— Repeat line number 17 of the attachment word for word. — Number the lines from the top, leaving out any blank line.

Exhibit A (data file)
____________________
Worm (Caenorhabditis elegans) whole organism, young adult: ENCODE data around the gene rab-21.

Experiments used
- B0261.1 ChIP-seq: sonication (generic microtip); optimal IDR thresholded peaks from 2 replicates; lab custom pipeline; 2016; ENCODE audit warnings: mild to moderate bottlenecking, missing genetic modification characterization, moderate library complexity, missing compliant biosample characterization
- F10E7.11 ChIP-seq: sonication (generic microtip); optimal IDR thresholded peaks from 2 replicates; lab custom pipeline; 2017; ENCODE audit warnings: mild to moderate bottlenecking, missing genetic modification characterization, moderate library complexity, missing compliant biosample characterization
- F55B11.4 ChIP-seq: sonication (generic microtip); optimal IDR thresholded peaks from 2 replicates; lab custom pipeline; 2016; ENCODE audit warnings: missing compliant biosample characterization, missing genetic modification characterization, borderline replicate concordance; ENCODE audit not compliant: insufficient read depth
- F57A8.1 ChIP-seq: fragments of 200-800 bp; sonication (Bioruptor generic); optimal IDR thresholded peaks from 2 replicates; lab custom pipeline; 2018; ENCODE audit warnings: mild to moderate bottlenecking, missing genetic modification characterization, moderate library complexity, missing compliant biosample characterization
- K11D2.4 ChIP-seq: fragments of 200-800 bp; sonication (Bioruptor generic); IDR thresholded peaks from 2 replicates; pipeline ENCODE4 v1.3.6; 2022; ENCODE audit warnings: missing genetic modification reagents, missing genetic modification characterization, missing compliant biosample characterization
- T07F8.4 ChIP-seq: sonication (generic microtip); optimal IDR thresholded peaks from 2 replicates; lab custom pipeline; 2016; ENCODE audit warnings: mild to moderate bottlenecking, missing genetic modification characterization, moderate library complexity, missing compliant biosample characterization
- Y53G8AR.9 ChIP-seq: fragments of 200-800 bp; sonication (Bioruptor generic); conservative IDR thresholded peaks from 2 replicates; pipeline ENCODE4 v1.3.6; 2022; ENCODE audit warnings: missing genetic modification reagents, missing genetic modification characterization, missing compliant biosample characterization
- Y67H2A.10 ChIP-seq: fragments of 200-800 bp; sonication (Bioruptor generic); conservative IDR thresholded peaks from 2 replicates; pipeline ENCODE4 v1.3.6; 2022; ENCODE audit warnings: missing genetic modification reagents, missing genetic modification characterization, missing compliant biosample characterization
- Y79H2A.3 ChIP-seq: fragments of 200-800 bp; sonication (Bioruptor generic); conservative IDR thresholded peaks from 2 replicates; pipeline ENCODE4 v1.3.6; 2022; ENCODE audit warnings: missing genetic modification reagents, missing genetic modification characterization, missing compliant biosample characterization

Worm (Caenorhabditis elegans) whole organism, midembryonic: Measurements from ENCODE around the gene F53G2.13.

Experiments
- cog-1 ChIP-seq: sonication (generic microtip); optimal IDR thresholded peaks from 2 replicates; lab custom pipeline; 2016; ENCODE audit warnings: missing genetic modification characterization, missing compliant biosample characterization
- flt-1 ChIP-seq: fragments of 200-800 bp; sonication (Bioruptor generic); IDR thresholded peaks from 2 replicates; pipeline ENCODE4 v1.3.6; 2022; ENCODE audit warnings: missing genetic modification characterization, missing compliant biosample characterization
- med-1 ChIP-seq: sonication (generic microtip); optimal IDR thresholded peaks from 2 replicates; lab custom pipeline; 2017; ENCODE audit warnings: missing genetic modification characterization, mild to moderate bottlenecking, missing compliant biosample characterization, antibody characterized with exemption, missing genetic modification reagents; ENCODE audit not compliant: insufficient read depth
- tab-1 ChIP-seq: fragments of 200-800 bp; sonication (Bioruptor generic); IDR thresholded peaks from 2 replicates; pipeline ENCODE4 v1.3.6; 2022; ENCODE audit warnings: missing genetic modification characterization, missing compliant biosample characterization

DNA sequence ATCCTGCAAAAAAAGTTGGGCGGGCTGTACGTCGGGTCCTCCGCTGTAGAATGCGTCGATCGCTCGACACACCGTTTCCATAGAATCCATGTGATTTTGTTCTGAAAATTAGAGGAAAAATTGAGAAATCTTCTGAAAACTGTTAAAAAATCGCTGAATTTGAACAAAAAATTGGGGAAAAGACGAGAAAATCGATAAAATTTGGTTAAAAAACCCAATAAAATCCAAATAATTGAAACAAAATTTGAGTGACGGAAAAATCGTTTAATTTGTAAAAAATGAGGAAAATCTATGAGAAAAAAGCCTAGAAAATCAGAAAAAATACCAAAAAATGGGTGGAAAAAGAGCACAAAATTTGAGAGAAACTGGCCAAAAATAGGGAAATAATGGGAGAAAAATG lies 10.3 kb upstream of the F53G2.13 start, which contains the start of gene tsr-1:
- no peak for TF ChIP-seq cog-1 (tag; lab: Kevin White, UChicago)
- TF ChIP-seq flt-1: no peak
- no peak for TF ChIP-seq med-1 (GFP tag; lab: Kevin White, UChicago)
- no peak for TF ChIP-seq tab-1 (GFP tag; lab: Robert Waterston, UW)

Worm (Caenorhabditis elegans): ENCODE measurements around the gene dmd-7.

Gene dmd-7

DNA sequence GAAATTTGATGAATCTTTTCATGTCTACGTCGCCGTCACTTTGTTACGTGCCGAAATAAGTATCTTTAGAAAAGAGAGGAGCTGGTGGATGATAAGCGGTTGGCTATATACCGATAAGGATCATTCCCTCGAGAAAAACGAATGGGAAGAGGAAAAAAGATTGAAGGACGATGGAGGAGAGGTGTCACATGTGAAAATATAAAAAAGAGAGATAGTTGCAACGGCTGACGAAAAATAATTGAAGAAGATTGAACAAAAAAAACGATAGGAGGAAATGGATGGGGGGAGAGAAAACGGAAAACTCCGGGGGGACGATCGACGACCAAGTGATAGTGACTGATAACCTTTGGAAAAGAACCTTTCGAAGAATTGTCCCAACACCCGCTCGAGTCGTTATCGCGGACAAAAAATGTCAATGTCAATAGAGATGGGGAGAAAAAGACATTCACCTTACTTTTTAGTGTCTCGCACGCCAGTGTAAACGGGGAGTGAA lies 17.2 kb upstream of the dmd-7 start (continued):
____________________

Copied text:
- tab-1 ChIP-seq: fragments of 200-800 bp; sonication (Bioruptor generic); IDR thresholded peaks from 2 replicates; pipeline ENCODE4 v1.3.6; 2022; ENCODE audit warnings: missing genetic modification characterization, missing compliant biosample characterization